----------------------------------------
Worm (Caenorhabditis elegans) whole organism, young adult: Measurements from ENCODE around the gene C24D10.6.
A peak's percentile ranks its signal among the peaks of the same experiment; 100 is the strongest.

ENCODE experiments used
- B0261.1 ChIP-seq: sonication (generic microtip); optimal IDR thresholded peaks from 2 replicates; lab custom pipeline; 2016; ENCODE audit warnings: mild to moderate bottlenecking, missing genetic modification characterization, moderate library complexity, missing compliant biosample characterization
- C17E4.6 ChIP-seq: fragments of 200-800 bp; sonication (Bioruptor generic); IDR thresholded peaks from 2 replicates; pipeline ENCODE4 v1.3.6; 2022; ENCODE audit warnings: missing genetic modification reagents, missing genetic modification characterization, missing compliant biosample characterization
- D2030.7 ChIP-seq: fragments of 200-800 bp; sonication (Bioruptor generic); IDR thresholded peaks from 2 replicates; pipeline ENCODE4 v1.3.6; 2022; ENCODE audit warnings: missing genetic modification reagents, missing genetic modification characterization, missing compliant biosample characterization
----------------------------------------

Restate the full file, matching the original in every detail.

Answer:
Worm (Caenorhabditis elegans) whole organism, young adult: Measurements from ENCODE around the gene C24D10.6.
A peak's percentile ranks its signal among the peaks of the same experiment; 100 is the strongest.

ENCODE experiments used
- B0261.1 ChIP-seq: sonication (generic microtip); optimal IDR thresholded peaks from 2 replicates; lab custom pipeline; 2016; ENCODE audit warnings: mild to moderate bottlenecking, missing genetic modification characterization, moderate library complexity, missing compliant biosample characterization
- C17E4.6 ChIP-seq: fragments of 200-800 bp; sonication (Bioruptor generic); IDR thresholded peaks from 2 replicates; pipeline ENCODE4 v1.3.6; 2022; ENCODE audit warnings: missing genetic modification reagents, missing genetic modification characterization, missing compliant biosample characterization
- D2030.7 ChIP-seq: fragments of 200-800 bp; sonication (Bioruptor generic); IDR thresholded peaks from 2 replicates; pipeline ENCODE4 v1.3.6; 2022; ENCODE audit warnings: missing genetic modification reagents, missing genetic modification characterization, missing compliant biosample characterization